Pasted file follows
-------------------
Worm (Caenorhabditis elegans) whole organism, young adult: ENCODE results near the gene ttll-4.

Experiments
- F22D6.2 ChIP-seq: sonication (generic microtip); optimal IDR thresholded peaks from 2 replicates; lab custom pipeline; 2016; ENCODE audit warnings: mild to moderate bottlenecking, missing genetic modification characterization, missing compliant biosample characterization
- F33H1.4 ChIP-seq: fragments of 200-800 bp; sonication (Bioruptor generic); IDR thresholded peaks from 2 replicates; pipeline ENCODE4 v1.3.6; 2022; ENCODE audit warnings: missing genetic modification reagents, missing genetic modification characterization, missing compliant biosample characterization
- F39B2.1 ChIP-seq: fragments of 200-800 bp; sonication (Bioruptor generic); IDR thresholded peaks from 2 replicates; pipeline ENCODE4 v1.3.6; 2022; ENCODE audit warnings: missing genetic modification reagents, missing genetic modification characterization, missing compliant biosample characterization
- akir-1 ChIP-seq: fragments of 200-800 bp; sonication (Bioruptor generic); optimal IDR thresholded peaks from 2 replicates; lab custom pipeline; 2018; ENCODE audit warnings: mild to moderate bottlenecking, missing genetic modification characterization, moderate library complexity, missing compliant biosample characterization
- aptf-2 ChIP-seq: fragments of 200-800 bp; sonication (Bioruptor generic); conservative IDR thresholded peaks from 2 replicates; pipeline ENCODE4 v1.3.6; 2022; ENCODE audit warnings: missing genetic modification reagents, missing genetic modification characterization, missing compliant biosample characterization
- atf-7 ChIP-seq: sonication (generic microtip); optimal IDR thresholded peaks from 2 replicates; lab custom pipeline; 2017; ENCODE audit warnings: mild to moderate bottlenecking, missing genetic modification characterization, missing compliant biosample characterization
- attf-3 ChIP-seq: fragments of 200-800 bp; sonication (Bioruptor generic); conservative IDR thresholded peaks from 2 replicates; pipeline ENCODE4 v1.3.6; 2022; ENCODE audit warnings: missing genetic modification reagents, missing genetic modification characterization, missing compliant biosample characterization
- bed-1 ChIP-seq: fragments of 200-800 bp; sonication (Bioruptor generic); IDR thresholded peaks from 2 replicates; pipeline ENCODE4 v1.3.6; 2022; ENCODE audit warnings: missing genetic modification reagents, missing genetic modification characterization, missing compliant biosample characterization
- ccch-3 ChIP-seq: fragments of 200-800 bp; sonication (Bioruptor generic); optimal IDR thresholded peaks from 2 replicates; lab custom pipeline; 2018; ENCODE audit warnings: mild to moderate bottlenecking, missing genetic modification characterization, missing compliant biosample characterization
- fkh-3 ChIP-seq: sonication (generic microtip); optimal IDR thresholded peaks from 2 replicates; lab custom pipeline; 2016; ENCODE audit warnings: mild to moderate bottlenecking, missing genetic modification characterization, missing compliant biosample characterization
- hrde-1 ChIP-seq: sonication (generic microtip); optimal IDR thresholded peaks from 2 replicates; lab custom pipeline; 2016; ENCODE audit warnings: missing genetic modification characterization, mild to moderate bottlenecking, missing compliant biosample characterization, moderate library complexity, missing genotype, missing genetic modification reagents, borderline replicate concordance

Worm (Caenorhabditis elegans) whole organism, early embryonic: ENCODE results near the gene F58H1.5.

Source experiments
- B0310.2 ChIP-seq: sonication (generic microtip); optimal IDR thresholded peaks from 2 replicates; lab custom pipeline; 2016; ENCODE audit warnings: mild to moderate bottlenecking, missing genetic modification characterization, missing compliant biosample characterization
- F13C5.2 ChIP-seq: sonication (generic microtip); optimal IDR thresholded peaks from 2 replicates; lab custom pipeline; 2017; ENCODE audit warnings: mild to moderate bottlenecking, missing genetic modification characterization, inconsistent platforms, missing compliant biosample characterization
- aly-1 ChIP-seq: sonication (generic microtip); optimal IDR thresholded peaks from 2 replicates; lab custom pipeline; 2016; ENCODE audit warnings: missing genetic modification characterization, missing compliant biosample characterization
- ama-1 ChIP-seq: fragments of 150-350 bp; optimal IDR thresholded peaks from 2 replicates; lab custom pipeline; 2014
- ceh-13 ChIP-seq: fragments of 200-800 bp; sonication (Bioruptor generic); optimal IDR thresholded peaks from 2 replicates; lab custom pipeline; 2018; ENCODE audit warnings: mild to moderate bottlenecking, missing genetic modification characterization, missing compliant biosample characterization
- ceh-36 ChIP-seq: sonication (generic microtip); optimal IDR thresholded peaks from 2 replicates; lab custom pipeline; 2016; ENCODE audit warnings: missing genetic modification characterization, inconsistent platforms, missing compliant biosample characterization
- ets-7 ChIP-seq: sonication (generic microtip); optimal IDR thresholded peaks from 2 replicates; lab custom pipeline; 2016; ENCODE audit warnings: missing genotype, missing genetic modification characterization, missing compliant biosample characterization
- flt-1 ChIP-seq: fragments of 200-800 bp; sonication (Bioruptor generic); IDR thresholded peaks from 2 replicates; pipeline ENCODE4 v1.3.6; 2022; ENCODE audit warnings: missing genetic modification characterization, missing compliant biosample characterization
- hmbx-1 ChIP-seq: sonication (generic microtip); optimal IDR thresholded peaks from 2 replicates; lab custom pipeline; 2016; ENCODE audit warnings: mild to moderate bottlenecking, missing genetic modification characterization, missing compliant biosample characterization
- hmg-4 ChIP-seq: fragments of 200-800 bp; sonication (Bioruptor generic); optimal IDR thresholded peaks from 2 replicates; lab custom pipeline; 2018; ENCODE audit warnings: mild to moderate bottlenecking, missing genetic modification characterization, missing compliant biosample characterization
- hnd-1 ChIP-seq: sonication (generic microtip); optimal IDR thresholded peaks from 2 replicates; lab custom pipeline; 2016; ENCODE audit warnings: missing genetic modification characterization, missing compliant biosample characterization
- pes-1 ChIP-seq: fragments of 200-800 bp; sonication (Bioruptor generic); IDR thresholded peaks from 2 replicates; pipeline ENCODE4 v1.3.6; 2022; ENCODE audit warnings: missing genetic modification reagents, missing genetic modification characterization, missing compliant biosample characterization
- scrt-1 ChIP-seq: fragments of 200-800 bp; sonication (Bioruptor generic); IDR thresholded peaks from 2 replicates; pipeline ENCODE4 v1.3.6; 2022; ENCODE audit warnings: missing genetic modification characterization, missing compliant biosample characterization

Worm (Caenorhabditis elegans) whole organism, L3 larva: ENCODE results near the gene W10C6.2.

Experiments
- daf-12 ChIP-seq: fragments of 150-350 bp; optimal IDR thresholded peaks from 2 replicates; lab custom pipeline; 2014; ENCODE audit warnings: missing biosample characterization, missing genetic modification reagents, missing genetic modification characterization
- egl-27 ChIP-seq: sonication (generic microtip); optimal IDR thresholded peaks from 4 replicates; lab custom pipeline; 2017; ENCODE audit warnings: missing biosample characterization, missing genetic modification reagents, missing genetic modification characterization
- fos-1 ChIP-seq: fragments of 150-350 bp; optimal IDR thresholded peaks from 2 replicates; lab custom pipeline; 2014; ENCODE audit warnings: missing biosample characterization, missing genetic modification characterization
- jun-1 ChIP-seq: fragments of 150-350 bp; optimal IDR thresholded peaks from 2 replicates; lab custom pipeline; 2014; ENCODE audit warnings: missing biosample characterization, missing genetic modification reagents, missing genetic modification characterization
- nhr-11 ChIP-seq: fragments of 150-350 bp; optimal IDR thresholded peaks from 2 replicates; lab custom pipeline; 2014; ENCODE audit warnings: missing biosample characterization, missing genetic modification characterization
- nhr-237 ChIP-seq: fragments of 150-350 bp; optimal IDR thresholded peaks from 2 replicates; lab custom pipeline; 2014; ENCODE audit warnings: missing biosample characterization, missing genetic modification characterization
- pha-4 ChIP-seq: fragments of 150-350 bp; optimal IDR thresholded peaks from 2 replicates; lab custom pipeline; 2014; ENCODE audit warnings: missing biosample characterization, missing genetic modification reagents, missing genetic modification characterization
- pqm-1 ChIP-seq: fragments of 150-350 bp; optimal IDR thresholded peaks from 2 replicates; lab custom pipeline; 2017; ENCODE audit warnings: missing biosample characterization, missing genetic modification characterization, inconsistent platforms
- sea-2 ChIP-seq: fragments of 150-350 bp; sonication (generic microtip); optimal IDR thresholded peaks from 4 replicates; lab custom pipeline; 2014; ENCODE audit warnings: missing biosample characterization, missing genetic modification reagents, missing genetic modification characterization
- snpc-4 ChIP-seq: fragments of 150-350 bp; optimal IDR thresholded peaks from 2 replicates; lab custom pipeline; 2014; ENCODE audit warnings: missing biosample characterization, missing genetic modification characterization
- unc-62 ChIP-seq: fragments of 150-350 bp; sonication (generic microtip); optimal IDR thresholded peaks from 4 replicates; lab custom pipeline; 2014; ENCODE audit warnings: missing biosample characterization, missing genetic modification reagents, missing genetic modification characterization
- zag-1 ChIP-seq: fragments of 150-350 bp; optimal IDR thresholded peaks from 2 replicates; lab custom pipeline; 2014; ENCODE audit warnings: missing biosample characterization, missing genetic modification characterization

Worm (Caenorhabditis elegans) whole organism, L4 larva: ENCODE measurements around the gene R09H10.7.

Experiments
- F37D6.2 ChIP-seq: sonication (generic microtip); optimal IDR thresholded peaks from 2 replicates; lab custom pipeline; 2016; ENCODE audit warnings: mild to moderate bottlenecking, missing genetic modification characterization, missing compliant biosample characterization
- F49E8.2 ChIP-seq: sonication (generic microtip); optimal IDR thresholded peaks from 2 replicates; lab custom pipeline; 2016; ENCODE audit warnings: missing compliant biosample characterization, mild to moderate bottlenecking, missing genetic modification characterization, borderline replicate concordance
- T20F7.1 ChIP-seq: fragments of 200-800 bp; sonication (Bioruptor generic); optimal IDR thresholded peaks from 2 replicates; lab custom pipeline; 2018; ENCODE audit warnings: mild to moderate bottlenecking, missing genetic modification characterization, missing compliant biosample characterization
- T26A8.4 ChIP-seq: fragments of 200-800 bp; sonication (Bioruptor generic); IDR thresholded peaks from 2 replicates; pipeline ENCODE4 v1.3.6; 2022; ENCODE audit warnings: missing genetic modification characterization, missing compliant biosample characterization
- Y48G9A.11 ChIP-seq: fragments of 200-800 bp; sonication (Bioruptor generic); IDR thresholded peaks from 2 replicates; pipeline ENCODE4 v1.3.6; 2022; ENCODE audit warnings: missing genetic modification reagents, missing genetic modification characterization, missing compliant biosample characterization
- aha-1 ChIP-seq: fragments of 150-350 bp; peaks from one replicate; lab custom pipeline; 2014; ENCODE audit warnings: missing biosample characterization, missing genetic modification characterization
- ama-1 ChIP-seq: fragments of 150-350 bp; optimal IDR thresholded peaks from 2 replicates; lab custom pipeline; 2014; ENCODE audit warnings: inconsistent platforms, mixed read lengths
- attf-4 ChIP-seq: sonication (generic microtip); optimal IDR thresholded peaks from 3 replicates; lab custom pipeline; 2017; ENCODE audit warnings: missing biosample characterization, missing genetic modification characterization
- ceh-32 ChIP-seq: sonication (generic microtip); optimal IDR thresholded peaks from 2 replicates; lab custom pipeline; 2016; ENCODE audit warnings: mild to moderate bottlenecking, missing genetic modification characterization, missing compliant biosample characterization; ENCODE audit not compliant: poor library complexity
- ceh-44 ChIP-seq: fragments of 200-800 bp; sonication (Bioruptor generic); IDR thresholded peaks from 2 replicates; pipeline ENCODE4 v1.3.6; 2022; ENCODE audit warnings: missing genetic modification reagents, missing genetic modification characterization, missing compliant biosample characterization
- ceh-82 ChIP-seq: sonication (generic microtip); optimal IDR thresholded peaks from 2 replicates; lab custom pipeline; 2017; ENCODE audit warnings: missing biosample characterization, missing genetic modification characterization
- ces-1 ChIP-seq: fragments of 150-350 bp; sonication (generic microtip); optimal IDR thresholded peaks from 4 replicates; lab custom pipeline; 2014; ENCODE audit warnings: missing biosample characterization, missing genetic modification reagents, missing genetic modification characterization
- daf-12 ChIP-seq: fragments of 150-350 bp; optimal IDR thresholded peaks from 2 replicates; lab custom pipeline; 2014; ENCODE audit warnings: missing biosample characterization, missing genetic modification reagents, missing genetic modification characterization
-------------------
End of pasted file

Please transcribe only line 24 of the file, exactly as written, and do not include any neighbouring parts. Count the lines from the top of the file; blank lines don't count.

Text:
- hmbx-1 ChIP-seq: sonication (generic microtip); optimal IDR thresholded peaks from 2 replicates; lab custom pipeline; 2016; ENCODE audit warnings: mild to moderate bottlenecking, missing genetic modification characterization, missing compliant biosample characterization